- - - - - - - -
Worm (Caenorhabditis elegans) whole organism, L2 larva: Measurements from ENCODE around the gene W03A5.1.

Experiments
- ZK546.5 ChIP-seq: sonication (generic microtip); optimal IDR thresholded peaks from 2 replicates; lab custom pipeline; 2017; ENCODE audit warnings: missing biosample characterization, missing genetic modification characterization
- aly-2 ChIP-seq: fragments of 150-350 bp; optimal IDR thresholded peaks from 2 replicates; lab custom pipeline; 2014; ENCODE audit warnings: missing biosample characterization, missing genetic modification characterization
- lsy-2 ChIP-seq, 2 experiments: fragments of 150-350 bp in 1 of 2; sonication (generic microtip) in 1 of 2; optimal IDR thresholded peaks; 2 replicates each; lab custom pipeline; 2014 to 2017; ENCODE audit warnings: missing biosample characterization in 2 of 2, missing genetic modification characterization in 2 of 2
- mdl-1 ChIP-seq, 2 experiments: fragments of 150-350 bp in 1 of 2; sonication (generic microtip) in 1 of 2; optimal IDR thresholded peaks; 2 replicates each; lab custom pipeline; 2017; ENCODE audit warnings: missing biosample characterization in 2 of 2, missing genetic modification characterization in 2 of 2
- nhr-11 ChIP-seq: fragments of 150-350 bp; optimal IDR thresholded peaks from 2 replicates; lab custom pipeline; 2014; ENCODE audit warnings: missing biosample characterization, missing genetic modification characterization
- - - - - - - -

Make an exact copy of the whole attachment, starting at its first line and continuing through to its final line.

Worm (Caenorhabditis elegans) whole organism, L2 larva: Measurements from ENCODE around the gene W03A5.1.

Experiments
- ZK546.5 ChIP-seq: sonication (generic microtip); optimal IDR thresholded peaks from 2 replicates; lab custom pipeline; 2017; ENCODE audit warnings: missing biosample characterization, missing genetic modification characterization
- aly-2 ChIP-seq: fragments of 150-350 bp; optimal IDR thresholded peaks from 2 replicates; lab custom pipeline; 2014; ENCODE audit warnings: missing biosample characterization, missing genetic modification characterization
- lsy-2 ChIP-seq, 2 experiments: fragments of 150-350 bp in 1 of 2; sonication (generic microtip) in 1 of 2; optimal IDR thresholded peaks; 2 replicates each; lab custom pipeline; 2014 to 2017; ENCODE audit warnings: missing biosample characterization in 2 of 2, missing genetic modification characterization in 2 of 2
- mdl-1 ChIP-seq, 2 experiments: fragments of 150-350 bp in 1 of 2; sonication (generic microtip) in 1 of 2; optimal IDR thresholded peaks; 2 replicates each; lab custom pipeline; 2017; ENCODE audit warnings: missing biosample characterization in 2 of 2, missing genetic modification characterization in 2 of 2
- nhr-11 ChIP-seq: fragments of 150-350 bp; optimal IDR thresholded peaks from 2 replicates; lab custom pipeline; 2014; ENCODE audit warnings: missing biosample characterization, missing genetic modification characterization